Yes, qPCRBIO Probe 1-Step Go can be used for micro RNA templates. Although we do no sell dedicated kits, all of our RTases can be used for miRNA quantification and analysis.

We advise that you use one of the two following approaches:

  • Use universal RT primers and add poly(A) or poly(U) tails (e.g. by poly(U)-polymerase), followed by cDNA synthesis using universal primers1,2.
  • Use specific RT primers and omit the tailing step1,3-5.

If you are unfamiliar with the specifics of those approaches, please refer to the reference list below, which serve as a guideline.

1  Dave, V. P. et al. MicroRNA amplification and detection technologies: opportunities and challenges for point of care diagnostics. Lab Invest 99, 452-469, doi:10.1038/s41374-018-0143-3 (2019).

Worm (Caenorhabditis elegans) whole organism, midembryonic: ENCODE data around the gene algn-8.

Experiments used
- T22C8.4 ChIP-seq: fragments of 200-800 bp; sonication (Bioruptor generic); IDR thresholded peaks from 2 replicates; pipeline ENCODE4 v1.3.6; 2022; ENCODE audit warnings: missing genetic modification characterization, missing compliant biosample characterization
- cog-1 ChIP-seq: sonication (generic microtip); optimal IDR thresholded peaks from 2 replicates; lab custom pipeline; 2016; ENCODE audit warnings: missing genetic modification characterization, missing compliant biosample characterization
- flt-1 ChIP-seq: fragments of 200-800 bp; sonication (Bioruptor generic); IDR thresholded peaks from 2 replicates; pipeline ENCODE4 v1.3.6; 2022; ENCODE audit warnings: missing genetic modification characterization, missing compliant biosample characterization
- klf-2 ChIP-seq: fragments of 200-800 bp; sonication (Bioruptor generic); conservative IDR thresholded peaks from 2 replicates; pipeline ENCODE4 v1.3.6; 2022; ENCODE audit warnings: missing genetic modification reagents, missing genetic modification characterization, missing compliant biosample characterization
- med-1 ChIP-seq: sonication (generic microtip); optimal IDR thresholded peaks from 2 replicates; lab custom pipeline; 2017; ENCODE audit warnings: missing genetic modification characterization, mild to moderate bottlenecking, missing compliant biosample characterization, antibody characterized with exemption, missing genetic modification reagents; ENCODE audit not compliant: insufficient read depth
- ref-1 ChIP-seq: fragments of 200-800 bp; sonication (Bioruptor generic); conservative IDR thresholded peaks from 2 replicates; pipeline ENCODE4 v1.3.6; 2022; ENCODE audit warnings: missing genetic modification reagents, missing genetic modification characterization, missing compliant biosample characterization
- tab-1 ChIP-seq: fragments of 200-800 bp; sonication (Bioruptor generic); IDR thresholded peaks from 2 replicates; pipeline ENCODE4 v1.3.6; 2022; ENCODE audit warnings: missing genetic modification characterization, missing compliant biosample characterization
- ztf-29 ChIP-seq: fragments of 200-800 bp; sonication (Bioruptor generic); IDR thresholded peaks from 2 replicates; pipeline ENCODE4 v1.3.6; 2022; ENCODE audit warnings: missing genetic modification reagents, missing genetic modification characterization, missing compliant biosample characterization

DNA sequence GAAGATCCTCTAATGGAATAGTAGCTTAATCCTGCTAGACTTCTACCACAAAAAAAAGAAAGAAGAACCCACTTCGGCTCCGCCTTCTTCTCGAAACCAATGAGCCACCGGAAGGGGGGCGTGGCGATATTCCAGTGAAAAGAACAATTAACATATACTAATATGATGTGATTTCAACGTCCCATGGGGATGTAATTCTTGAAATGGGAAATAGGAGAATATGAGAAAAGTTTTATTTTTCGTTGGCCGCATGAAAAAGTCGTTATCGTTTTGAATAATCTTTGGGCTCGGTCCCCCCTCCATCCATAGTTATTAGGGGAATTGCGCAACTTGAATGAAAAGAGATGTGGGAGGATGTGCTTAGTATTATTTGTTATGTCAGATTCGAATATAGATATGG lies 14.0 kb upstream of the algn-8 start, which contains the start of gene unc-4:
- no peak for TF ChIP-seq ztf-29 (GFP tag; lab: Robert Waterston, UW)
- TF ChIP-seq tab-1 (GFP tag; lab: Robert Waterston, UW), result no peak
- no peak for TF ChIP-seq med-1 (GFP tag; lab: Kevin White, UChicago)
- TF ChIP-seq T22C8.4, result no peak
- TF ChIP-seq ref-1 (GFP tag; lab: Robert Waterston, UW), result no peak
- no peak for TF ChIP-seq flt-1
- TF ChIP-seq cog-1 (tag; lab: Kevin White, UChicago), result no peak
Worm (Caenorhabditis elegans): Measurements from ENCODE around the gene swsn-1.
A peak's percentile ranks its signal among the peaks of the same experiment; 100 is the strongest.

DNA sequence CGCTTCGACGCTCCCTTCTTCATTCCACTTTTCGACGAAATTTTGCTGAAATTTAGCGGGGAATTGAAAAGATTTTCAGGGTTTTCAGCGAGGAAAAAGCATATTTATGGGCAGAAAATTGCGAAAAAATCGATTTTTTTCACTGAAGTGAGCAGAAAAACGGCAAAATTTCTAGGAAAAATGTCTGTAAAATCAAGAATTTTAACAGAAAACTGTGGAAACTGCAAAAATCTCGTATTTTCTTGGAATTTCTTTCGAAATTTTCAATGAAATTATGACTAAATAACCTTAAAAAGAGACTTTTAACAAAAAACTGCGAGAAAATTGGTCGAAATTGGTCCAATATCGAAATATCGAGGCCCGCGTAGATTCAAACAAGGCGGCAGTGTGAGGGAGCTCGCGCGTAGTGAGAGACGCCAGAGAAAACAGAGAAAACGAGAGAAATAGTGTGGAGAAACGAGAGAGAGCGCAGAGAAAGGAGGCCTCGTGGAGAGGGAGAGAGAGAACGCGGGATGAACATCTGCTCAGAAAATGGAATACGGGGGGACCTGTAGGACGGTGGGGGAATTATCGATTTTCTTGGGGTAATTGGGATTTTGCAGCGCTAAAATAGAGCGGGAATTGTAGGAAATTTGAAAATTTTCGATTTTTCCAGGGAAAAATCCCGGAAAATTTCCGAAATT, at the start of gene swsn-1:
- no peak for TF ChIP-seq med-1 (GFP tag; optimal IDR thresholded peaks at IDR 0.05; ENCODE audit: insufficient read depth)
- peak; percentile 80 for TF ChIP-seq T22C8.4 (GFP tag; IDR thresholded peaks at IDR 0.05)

2  Mei, Q. et al. A facile and specific assay for quantifying microRNA by an optimized RT-qPCR approach. PLoS One 7, e46890, doi:10.1371/journal.pone.0046890 (2012).

3  Chen, C. et al. Real-time quantification of microRNAs by stem-loop RT-PCR. Nucleic Acids Res 33, e179, doi:10.1093/nar/gni178 (2005).

4  Raymond, C. K., Roberts, B. S., Garrett-Engele, P., Lim, L. P. & Johnson, J. M. Simple, quantitative primer-extension PCR assay for direct monitoring of microRNAs and short-interfering RNAs. RNA 11, 1737-1744, doi:10.1261/rna.2148705 (2005).

5  Androvic, P., Valihrach, L., Elling, J., Sjoback, R. & Kubista, M. Two-tailed RT-qPCR: a novel method for highly accurate miRNA quantification. Nucleic Acids Res 45, e144, doi:10.1093/nar/gkx588 (2017).